My previous post touched on the integration of poetry and artistic expression into our work as healers, teachers, and professionals of every stripe. Of course it is absolute hubris to think that art needs some sort of ‘scientific validation’ or in the lexicon of contemporary Orthodox Judaism, a ‘teudat kashrut’; humanity has soared out of its most horrible depths on the wings of poetry and art well before a bunch of psychological hotshots started poking around with brain scans and computers.
As a yeshiva bochur however poetry has a unique place beyond other artistic forms. In spite of the often maligning characterizations of the yeshiva bochur, what outsiders often don’t appreciate about us is our love of precision. Whether we’re arguing over who bears responsibility for a wayward ox or the correct amount of cayenne pepper in a cholent, we will go to the mat to get to the truth. We want our ideas, to be clean, concise, and free of dross.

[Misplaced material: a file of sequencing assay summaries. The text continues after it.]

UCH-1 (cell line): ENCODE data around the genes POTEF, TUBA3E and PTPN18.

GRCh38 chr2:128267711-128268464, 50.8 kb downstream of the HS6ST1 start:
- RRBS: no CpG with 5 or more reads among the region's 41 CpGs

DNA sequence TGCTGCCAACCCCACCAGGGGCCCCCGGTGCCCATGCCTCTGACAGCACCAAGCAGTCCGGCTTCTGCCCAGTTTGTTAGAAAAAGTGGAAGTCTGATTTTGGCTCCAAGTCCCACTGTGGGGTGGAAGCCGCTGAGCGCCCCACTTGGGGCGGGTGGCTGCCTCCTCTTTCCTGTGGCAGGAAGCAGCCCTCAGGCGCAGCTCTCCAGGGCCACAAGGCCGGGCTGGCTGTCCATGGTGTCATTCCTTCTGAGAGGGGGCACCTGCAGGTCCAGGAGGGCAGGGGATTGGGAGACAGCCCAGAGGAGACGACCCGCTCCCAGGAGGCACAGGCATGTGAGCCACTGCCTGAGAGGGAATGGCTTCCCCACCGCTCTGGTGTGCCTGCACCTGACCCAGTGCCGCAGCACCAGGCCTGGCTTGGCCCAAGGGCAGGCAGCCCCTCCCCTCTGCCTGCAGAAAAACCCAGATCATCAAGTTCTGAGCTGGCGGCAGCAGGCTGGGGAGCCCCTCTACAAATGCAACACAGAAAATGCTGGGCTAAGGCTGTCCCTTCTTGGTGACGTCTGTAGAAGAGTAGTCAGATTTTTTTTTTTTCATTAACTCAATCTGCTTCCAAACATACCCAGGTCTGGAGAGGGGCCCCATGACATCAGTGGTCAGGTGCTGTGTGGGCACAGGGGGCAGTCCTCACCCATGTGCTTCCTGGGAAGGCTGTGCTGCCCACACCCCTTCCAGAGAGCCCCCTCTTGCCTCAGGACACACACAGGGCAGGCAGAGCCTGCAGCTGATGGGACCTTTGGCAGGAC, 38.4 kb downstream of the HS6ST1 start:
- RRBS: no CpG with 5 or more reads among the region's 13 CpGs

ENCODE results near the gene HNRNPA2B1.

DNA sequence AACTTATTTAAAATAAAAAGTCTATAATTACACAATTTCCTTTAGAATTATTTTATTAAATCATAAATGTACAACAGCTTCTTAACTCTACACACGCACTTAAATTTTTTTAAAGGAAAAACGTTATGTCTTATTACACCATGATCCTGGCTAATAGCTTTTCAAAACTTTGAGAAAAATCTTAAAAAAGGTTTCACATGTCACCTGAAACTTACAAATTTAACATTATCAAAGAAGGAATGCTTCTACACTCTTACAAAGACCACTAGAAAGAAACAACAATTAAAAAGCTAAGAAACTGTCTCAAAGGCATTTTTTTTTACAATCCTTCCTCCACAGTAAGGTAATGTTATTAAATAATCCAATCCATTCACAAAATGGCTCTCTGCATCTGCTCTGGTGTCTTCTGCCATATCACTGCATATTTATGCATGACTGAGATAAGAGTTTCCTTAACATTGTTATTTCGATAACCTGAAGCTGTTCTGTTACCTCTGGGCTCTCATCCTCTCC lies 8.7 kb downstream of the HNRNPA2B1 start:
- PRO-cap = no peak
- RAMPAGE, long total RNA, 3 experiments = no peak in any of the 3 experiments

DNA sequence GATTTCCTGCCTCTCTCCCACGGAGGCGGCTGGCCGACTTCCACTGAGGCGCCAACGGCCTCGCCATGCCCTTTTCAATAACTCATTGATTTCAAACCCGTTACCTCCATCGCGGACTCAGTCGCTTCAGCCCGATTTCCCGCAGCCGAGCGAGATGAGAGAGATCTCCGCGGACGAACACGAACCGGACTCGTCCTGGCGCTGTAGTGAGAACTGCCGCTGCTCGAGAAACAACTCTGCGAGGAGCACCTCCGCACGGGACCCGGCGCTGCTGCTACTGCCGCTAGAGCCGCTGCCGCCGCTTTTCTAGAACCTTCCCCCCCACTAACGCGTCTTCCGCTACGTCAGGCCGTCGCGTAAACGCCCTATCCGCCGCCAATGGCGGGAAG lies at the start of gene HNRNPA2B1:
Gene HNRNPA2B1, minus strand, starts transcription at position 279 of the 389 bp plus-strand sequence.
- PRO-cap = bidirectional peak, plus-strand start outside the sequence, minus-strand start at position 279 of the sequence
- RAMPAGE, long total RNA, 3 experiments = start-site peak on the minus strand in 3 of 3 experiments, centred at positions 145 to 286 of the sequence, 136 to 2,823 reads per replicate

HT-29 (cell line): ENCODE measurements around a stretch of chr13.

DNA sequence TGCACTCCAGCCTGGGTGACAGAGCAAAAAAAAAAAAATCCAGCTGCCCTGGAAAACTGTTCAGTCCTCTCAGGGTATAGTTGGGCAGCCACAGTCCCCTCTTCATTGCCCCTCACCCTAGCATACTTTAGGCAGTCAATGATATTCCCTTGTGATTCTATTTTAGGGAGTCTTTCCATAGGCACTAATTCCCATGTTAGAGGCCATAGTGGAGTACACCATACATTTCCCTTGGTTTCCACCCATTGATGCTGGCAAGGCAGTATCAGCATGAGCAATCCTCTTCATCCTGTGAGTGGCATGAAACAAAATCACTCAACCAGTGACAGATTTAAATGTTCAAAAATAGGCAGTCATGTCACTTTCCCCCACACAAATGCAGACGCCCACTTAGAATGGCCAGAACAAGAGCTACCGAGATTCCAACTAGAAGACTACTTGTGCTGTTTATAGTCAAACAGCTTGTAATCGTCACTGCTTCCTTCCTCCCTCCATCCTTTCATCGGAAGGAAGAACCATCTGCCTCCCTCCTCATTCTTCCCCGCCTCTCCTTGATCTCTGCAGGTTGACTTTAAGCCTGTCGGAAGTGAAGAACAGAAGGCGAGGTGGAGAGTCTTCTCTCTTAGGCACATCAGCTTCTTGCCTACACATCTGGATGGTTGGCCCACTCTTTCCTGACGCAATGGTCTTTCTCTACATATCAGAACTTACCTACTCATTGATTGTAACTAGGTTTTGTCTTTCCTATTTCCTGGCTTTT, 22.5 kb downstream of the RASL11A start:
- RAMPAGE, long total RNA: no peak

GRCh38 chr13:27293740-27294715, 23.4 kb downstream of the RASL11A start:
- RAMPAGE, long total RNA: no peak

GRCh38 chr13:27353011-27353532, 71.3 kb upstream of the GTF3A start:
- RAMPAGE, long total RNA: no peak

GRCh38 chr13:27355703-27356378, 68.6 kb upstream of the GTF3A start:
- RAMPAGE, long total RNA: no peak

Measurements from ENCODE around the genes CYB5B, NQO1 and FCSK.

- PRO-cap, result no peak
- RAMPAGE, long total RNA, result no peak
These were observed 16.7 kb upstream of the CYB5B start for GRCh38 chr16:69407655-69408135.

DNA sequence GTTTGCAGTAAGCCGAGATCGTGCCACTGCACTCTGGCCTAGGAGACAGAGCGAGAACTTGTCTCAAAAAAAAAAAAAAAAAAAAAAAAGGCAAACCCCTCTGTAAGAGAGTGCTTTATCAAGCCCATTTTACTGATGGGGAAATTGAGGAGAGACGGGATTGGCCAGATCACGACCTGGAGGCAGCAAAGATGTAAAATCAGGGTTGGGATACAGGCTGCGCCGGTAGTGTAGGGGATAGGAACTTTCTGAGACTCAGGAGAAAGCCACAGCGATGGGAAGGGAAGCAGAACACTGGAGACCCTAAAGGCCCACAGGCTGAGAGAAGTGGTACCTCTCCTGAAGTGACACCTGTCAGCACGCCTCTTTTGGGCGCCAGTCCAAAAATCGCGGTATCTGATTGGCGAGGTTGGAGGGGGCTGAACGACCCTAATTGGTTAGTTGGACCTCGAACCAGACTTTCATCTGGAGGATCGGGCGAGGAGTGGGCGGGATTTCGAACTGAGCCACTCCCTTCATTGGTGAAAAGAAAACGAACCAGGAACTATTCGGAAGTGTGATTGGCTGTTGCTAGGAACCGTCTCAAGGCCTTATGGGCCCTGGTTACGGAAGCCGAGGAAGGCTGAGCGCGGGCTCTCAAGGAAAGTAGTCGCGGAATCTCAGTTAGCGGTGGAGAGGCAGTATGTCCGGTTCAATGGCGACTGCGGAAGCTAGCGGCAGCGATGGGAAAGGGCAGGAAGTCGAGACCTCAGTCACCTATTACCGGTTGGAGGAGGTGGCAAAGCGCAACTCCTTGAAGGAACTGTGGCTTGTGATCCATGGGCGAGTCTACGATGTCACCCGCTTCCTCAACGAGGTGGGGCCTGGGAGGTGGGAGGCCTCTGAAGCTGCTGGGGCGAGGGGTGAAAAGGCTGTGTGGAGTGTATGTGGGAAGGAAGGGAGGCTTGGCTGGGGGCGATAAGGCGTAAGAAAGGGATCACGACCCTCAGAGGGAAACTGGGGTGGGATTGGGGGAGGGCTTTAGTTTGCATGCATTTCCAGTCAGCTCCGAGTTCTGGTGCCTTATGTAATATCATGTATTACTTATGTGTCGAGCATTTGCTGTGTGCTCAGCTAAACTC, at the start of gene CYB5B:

So it shouldn’t surprise anyone that poetry’s exacting demands of beat, rhythm, meter, rhyme and structure should mean so much to this yeshiva bochur. The ethereal ideas of great poetry brings me into communion with what really truly is; nothing less and nothing more. In the poem lies the essential truth, a truth so miniaturized, rarified, and refined that it can take me by the hand and schlep me with my big American ego into its beauty.
With that in mind, I share one of my favorite poems about how we can heal each other. It’s written by Hafez, a Persian mystic, who appeared to have appreciated the terrible loneliness that still challenges us to this day.
With That Moon Language
Everyone you see, you say to them,
Of course you do not do this out loud;
Someone would call the cops.
Still though, think about this,
This great pull in us
Why not become the one
Who lives with a full moon in each eye
That is always saying,
With that sweet moon language,
What every other eye in this world
Is dying to